Business owners, marketers, branding and advertising specialists all want to know what lies in their target audience’s minds. Why? The more you know about your audiences, the easier it is for you to sell, market or engage with them.
Enter the discipline known as “neuromarketing.”
If you’re interested in creating a brand that helps you build your business AND one that makes a difference for people, then you should know more about this discipline because more businesses are using brain research to gain insights into how to shape their branding and marketing efforts.
WHAT IS NEUROMARKETING?
Neuromarketing is a very new discipline that is increasingly capturing the attention of marketers and is getting more and more legitimate. In 2006, it almost seemed like science fiction. If you’re interested in learning more about neuromarketing, check out “Brainfluence: 100 Ways to Persuade and Convince
Consumers with Neuromarketing”. It’s a book that every marketer, salesperson or business owner should read. Even Guy Kawasaki (author of Enchantment and former chief evangelist of Apple) highly recommends it.
So what exactly is neuromarketing? It leads with the premise that our subconscious (the emotional part of our brains) makes buying decisions in a matter of split seconds. By studying our brain’s reactions to different brand stimuli, marketers can design better products, create better brands, or even simply communicate more effectively in order to attract and serve people and consequently get them to buy more. Neuromarketing uses technology to measure consumers’ brain activity when interacting in different ways with a brand, in order to basically inform the brand’s 4Ps:
While consumers might lie or might not be able to articulate all of their feelings regarding a particular brand when faced with traditional market research, such as focus groups, neuromarketing removes all of the human subjectivity and just gets right to it. Humans might lie or not know what they feel. The brain knows everything even though it doesn’t always share that information with the owner. So, by looking at the respondent attention level, emotional engagement, memory storage and other metrics, neuromarketers can find the truth about their customers. Not everyone agrees with this idea, though. Many have concerns regarding the reliability of neuromarketing and some are even questioning the ethicality of this recent discipline.
In recent years, several researches have been made to get more insight into the consumers’ minds. There are several techniques used, such as fMRI (Funcional Magnetic Resonance Imaging), SST (Steady State Topography), EEG (Electroencephalography), Eye Tracking and Galvanic Skin Response.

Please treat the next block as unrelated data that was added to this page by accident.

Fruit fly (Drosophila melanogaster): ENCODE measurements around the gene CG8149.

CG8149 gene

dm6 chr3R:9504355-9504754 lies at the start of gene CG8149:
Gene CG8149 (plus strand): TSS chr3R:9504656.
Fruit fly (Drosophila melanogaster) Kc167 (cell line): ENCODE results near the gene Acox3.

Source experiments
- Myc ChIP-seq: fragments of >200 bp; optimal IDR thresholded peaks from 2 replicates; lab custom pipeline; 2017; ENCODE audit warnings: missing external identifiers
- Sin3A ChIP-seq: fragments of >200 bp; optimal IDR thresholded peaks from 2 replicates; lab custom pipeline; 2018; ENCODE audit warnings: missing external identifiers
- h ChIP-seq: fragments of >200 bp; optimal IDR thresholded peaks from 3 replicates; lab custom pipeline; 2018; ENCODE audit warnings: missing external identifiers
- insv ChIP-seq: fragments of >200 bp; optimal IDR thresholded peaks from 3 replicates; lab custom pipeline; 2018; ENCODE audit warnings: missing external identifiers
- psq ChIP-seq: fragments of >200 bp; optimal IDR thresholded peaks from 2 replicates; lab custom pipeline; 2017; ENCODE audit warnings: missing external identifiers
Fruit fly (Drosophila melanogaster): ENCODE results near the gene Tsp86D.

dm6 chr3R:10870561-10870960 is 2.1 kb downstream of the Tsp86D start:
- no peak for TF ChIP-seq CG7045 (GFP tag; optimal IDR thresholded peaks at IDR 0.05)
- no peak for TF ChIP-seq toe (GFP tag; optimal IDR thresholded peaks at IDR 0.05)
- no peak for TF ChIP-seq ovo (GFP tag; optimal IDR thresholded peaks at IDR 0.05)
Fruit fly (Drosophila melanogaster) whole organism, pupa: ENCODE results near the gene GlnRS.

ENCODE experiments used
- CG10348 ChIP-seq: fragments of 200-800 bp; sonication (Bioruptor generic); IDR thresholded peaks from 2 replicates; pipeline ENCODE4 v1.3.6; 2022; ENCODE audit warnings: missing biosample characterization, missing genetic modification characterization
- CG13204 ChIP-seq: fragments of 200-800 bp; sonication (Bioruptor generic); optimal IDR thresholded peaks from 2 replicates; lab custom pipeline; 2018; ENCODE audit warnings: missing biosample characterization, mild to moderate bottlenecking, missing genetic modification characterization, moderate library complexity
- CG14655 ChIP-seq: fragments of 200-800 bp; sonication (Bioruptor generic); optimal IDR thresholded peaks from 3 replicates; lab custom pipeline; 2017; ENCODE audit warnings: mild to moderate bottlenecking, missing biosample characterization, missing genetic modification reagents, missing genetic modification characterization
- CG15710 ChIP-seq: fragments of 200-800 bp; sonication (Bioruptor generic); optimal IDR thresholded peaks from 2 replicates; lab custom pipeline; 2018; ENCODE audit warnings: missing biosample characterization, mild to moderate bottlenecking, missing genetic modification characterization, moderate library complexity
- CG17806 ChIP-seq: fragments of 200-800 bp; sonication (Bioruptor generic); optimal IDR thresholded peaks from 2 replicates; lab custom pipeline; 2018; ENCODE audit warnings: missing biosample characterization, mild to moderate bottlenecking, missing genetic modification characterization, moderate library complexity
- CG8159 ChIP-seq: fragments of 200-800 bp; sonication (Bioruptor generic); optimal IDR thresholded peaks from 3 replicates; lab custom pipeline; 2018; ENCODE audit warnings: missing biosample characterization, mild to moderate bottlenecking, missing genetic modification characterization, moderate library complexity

In 2006, the Radiological Society of North America (RSNA) presented the results of the first fMRI study examining the brain’s response to branding. Twenty males and females had their brain activities monitored while they were presented with images of familiar and unfamiliar brands.
The results showed that strong brands activated a network of cortical areas and areas involved in positive emotional processing and associated with self-identification and rewards. The activation patter was independent of the category of the product or the service being offered. Furthermore, strong brands were processed with less effort on the part of the brain. Weak brands showed higher levels of activation in areas of working memory and negative emotional response.
Another study, this time from the Gallup Management Journal, reports on another fMRI research, this time on customer engagement. The study found that the higher the level of engagement from a customer, the more activity occurred in three parts of the brain: the orbital frontal cortex (emotion), the temporal pole (memory) and the fusiform gyrus (facial recognition). The lesson to be learned from this study is that the more engaged a customer is, the more he is actively trying to pull out memories about his interactions with the specific brand.
As I mentioned earlier, neuromarketing is attracting a lot of critics and brings up several issues. Many critics of neuromarketing claim that this new science is exploiting people and trying to sell them things they don’t need. Others are also considering the possibility of political brainwashing with the help of neuromarketing.
Commercial Alert, the website “protecting communities from commercialism”, say that they “oppose the use of neuromarketing for corporate or political advertising” as they see three big potential problems with the discipline: increased incidence of marketing-related diseases, more effective political propaganda and more effective promotion of degraded values.
However, many companies have been trying to integrate neuromarketing within their marketing efforts: Microsoft tried mining EEG data, Frito-Lay studied female brains, Google partnered with MediaVest for a biometrics study and The Weather Channel used EEG, eye-tracking and skin response techniques.
Whatever your views on neuromarketing, if you decided you would like to dabble with this new science, you might not even be able to – the costs of conducting such research would probably bankrupt most companies, but there still is a lot of general information out there that could prove to be very useful for your brand.
WHY SHOULD ENTREPRENEURS AND SMALL BUSINESSES CARE ABOUT THIS?
I’m sharing this article with you to elevate your awareness and understanding around the “science” that goes into building brands. Most people think it’s about coming up with a “pretty logo”. It’s not that you don’t want a logo, but consider that branding delves on a completely different level that building “logos”.
FINALLY, WHILE NEUROMARKETING IS GOOD FOR YOUR BRAND, DO YOU FIND IT MORAL FOR RESEARCHERS TO LOOK DIRECTLY IN CONSUMERS’ BRAINS?